Factors Associated with Mothers' Beliefs and Practices Concerning Injury Prevention in Under Five-Year Children, Based on Health Belief Model

Jalal Poorolajal, Parvin Cheraghi, Seyed Mohammad Mahdi Hazavehei, Forouzan Rezapur-Shahkolai


Background: Injuries are the first leading but predictable, avoidable and preventable cause of death among under five-year children worldwide. The present study aimed to identify the factors associated with mothers' beliefs and practices concerning injury prevention in under five-year children.

Methods: This cross-sectional study was conducted from August to October 2011 in Hamadan County, the west of Iran, enrolling 580 mothers with at least one under five-year child. The data collection instrument was a questionnaire including 85 questions regarding demographic characteristics; knowledge; practices; Health Belief Model (HBM) constructs; and history of injury occurrence among the children. The reliability of the questionnaire was evaluated by a pilot study using Cronbach's alpha coefficient. Data had been collected through interview with mothers, by trained interviewers.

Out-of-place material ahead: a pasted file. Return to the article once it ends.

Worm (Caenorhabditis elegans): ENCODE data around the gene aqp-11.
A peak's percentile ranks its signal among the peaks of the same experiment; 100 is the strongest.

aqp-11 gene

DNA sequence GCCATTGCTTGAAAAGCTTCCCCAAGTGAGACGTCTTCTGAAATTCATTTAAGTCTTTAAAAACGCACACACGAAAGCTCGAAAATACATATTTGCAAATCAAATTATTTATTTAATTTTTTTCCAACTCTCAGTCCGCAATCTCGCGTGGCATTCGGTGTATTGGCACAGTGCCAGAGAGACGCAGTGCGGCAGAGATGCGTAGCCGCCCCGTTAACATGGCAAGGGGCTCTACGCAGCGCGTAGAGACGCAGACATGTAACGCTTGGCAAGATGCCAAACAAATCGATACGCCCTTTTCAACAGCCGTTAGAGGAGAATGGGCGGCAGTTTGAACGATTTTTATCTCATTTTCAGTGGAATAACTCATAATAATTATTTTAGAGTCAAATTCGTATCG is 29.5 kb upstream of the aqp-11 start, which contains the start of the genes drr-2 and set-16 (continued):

Results: Almost 22.59% of mothers reported at least one injury in their under five-year children. Of 131 injuries occurred, 85 cases were mild, 23 cases were moderate, and 23 cases were severe. About 52.67% of injuries occurred in boys, 37.41% in less than one-year children, 73.28% at home, and 61.07% when the children were playing game. Fall (24.28%), burn (20.61%) and poisoning (14.50%) were the common causes of injuries. There was a positive correlation between mothers' practices and knowledge, perceived benefits, cues to action and self-efficacy and a negative correlation between mothers' practices and perceived susceptibility, severity, and barriers.

Conclusion: Knowledge, perceived severity, perceived barriers, cues to action, and self-efficacy of mothers toward the injuries in children were among the most important predictive constructs, which may be used for planning educating programs.


Child injury ; Health education ; Health promotion ;Safety promotion ;Iran

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